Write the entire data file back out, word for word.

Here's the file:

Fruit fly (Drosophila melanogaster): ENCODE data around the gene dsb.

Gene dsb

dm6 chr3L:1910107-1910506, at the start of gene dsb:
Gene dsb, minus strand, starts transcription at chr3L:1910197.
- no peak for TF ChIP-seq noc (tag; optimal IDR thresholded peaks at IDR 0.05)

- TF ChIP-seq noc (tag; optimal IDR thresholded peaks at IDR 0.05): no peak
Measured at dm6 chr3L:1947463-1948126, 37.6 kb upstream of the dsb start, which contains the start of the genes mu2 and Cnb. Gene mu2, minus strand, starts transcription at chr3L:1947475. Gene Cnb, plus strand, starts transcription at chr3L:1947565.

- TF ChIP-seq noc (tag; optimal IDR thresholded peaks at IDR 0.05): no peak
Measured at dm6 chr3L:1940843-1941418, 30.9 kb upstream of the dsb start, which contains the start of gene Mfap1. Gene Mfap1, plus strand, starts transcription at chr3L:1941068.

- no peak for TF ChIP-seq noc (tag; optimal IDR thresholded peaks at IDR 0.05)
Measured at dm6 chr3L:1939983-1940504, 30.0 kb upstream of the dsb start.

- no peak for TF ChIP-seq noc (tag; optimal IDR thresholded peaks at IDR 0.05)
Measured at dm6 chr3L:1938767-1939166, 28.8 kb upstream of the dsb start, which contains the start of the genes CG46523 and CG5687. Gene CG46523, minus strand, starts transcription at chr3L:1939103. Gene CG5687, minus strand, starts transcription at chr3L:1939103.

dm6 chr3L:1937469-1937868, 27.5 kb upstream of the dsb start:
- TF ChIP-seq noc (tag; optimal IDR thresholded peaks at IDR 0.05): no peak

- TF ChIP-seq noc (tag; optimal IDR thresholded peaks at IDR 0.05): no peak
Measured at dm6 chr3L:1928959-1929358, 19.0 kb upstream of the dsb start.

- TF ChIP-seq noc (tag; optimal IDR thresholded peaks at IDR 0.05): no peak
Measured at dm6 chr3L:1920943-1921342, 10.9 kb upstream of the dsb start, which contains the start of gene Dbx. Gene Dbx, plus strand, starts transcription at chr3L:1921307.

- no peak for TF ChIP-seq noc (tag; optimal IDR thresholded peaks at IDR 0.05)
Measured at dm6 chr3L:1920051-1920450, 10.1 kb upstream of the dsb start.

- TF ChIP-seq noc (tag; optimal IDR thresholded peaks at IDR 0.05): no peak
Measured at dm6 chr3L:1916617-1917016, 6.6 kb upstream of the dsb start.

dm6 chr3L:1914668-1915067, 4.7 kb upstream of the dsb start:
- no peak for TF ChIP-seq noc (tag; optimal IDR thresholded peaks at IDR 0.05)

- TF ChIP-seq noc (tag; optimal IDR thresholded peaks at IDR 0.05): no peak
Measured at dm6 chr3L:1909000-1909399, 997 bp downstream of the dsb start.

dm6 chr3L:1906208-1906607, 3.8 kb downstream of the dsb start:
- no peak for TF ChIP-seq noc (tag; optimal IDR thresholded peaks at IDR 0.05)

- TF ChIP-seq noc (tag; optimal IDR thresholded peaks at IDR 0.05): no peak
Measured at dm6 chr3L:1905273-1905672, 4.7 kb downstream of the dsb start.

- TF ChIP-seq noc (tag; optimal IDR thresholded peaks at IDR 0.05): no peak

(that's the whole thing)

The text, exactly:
Fruit fly (Drosophila melanogaster): ENCODE data around the gene dsb.

Gene dsb

dm6 chr3L:1910107-1910506, at the start of gene dsb:
Gene dsb, minus strand, starts transcription at chr3L:1910197.
- no peak for TF ChIP-seq noc (tag; optimal IDR thresholded peaks at IDR 0.05)

- TF ChIP-seq noc (tag; optimal IDR thresholded peaks at IDR 0.05): no peak
Measured at dm6 chr3L:1947463-1948126, 37.6 kb upstream of the dsb start, which contains the start of the genes mu2 and Cnb. Gene mu2, minus strand, starts transcription at chr3L:1947475. Gene Cnb, plus strand, starts transcription at chr3L:1947565.

- TF ChIP-seq noc (tag; optimal IDR thresholded peaks at IDR 0.05): no peak
Measured at dm6 chr3L:1940843-1941418, 30.9 kb upstream of the dsb start, which contains the start of gene Mfap1. Gene Mfap1, plus strand, starts transcription at chr3L:1941068.

- no peak for TF ChIP-seq noc (tag; optimal IDR thresholded peaks at IDR 0.05)
Measured at dm6 chr3L:1939983-1940504, 30.0 kb upstream of the dsb start.

- no peak for TF ChIP-seq noc (tag; optimal IDR thresholded peaks at IDR 0.05)
Measured at dm6 chr3L:1938767-1939166, 28.8 kb upstream of the dsb start, which contains the start of the genes CG46523 and CG5687. Gene CG46523, minus strand, starts transcription at chr3L:1939103. Gene CG5687, minus strand, starts transcription at chr3L:1939103.

dm6 chr3L:1937469-1937868, 27.5 kb upstream of the dsb start:
- TF ChIP-seq noc (tag; optimal IDR thresholded peaks at IDR 0.05): no peak

- TF ChIP-seq noc (tag; optimal IDR thresholded peaks at IDR 0.05): no peak
Measured at dm6 chr3L:1928959-1929358, 19.0 kb upstream of the dsb start.

- TF ChIP-seq noc (tag; optimal IDR thresholded peaks at IDR 0.05): no peak
Measured at dm6 chr3L:1920943-1921342, 10.9 kb upstream of the dsb start, which contains the start of gene Dbx. Gene Dbx, plus strand, starts transcription at chr3L:1921307.

- no peak for TF ChIP-seq noc (tag; optimal IDR thresholded peaks at IDR 0.05)
Measured at dm6 chr3L:1920051-1920450, 10.1 kb upstream of the dsb start.

- TF ChIP-seq noc (tag; optimal IDR thresholded peaks at IDR 0.05): no peak
Measured at dm6 chr3L:1916617-1917016, 6.6 kb upstream of the dsb start.

dm6 chr3L:1914668-1915067, 4.7 kb upstream of the dsb start:
- no peak for TF ChIP-seq noc (tag; optimal IDR thresholded peaks at IDR 0.05)

- TF ChIP-seq noc (tag; optimal IDR thresholded peaks at IDR 0.05): no peak
Measured at dm6 chr3L:1909000-1909399, 997 bp downstream of the dsb start.

dm6 chr3L:1906208-1906607, 3.8 kb downstream of the dsb start:
- no peak for TF ChIP-seq noc (tag; optimal IDR thresholded peaks at IDR 0.05)

- TF ChIP-seq noc (tag; optimal IDR thresholded peaks at IDR 0.05): no peak
Measured at dm6 chr3L:1905273-1905672, 4.7 kb downstream of the dsb start.

- TF ChIP-seq noc (tag; optimal IDR thresholded peaks at IDR 0.05): no peak